I Found A Journal From Someone Who Worked On An Oil Rig And The Entries Are Freakishly Disturbing

Flickr / Glenn Beltz
Flickr / Glenn Beltz

I found something that I’m convinced only people like you will understand and appreciate.

I travel for my work, and I hit a lot of garage sales and second-hand stores. The chance to pick up something unique and with history from another part of the country is too fantastic to pass up. I’ve scored some decent gems over the years, but nothing quite like what I picked up last year while traveling through the Mustang Islands, in Texas.

I found it at a used book store that was little more than a shack on the side of the road. It was a dusty little fire hazard with more character than some people I know. I bought a few books including what I thought was a very old journal. Not until I got home and started reading the journal did I realize, despite it’s well-worn look, it was not very old. It was the journal of a roughneck named Jake on an offshore oil rig. The first 30 or so pages of the journal were nothing out of the ordinary. Jake seemed to live a pretty normal, albeit lonely life. He worked for two weeks on the oil rig, went to shore, to drink and smoke most of his pay away. Then he’d do it again. But two days into his shift in November, a weird chain of events started happening.

When I first read through Jake’s journal, I felt compelled to never read it again. And also to never go near the ocean again. But, it’s been long enough and I think it’s time to share it. I’ve left out the few times Jake drops a last name for my own reasons, but otherwise the transcription is exact. I decided to start on November 3rd, the first time Jake had “The Dream.”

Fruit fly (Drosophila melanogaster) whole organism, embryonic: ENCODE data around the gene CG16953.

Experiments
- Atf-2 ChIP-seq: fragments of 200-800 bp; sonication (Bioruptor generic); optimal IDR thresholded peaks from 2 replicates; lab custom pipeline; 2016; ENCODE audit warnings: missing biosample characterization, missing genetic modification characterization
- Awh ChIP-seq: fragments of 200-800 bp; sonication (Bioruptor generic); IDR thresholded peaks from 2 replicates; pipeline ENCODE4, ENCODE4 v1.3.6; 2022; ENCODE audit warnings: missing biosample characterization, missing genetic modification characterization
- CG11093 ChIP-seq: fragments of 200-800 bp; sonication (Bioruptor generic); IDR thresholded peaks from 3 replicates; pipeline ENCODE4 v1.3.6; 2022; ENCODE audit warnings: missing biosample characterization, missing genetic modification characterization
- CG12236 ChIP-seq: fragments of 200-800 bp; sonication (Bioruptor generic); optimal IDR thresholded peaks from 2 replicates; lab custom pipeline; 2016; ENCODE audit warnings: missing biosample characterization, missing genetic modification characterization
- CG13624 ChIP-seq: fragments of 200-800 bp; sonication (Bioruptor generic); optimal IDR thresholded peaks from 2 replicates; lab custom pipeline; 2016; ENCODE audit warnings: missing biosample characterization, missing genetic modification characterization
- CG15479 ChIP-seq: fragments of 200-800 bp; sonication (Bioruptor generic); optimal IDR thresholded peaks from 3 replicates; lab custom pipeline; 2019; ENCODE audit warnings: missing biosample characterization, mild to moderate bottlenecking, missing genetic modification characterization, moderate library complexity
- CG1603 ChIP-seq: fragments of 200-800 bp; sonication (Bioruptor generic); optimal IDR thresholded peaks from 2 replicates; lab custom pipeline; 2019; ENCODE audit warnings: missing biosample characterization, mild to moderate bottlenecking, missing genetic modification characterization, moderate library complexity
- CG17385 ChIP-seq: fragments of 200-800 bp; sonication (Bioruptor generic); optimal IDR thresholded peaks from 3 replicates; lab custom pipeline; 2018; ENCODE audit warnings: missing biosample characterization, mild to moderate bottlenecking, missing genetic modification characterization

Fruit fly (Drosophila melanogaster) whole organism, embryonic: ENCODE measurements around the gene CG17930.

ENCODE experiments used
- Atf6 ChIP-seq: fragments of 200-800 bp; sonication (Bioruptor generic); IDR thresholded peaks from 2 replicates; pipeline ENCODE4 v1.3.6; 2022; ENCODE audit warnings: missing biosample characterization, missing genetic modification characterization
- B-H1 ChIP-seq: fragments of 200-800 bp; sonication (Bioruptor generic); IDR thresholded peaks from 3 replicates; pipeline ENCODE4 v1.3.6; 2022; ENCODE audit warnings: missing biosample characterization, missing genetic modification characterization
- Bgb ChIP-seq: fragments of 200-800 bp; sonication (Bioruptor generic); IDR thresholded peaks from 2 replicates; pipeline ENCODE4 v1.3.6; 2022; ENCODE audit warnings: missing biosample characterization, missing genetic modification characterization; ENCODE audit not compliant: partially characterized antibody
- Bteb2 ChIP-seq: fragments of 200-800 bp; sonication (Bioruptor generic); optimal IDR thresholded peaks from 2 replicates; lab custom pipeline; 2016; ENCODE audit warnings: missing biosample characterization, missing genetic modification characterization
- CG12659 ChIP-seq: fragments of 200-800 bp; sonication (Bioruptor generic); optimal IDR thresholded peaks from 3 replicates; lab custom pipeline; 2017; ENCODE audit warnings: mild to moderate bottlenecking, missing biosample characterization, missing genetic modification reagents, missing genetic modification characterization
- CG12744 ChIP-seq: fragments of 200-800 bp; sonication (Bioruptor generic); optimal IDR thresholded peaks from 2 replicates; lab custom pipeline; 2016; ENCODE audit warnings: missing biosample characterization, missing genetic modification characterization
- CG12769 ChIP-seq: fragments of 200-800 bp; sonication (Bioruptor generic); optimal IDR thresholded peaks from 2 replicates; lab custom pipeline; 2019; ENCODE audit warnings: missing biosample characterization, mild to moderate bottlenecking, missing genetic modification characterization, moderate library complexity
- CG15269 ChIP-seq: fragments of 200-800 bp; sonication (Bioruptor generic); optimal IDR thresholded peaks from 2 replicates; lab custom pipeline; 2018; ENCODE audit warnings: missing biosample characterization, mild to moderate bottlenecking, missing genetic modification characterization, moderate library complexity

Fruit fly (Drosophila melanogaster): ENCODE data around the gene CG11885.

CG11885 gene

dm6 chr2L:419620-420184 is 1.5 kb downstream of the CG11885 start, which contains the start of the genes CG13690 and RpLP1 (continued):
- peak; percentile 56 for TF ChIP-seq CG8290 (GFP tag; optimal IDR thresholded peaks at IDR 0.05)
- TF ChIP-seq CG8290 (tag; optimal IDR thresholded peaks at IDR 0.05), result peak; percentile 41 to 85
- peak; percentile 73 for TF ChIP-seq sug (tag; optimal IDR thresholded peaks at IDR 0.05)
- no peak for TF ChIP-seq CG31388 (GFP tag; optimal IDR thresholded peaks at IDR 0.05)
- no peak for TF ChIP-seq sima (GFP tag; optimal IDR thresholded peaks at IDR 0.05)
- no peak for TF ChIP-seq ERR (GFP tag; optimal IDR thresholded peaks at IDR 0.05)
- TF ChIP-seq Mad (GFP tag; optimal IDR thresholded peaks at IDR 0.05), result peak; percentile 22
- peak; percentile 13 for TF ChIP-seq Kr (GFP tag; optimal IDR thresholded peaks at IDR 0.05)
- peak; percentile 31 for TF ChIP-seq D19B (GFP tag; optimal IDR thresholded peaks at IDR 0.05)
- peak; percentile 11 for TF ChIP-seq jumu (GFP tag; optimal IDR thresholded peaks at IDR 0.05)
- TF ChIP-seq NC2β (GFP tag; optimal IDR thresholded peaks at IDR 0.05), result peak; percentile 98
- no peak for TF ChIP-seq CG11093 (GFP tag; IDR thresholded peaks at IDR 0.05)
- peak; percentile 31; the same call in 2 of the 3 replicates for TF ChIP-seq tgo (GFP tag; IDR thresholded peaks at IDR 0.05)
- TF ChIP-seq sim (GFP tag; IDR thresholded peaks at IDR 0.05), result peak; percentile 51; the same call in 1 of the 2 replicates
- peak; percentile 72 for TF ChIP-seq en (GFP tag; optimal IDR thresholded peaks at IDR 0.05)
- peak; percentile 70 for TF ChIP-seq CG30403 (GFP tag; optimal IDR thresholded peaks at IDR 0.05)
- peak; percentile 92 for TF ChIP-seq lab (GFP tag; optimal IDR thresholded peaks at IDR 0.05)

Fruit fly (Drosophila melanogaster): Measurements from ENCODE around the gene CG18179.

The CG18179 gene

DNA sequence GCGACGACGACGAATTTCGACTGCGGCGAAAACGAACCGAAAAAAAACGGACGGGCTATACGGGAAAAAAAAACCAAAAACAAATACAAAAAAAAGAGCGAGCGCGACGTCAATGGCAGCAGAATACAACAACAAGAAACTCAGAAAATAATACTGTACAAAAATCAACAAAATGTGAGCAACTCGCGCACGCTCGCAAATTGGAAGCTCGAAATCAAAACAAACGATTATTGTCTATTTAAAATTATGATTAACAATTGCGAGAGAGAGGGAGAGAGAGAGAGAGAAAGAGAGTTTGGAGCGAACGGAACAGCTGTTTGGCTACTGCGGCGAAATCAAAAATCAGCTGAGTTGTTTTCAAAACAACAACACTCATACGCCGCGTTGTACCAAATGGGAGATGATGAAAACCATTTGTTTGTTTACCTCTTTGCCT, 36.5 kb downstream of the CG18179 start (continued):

November 3rd: 9 AM

I had a dream last night. I don’t usually remember my dreams. In fact, I can go years back and nothing comes to mind. But last night, I had a beautiful dream and can remember every second of it. I was sitting on the window frame of the house I grew up in. The wind was blowing gently through the air and causing the curtain to dance on my arm. I could smell the salt and fresh water, and I could hear the waves foaming up and receding back. A seagull glided slowly across the sky and landed on one of the boards in the short, white picket fence that surrounded the front yard. I looked out over the ocean as the sun just started to touch the water past my pier. I could even hear the prettiest music somewhere off in the distance. A chorus of bells, ringing gently in rhythm. I remember thinking about how perfect everything was when I suddenly woke up.

It was Bill. He smacked me pretty good on the forehead. I almost grabbed his hand before he pulled it away.

Me: “Asshole.”

Bill: “Rise and shine, Jake. Roughnecks don’t get to sleep in.”

All I wanted was to get back to dreaming, but I’m here to make money. I got up, got to work, and we laid almost 400 feet before lunch. At the cafeteria, Bill and I sat together and talked about the weather. Supposed to rain tonight. Decent little storm, but nothing too bad. I still don’t know half these boys very well, but most of them seem alright. I’d worked with Bill a few shifts in the past, and I knew Stanley and Bert a little, but the rest were new faces. One of the bigger black dudes started joking, Bill told me later his name is Doug.

Doug: “You ain’t nevah’ gone down on no Louisan’ pussy, cuss’ yo’ lips would still be puckered, boy!”

He had a bellowing laugh as everyone joined in and he slapped one of the new rustabouts on the back. I believe his name is Henry. Henry blushed a little, but laughed too. They definitely seem like good ole’ boys. After lunch, we went back to work and finished the last 300-something feet. Oil came spraying out right after the Driller gave the warning. Not bad for my second day on the shift.


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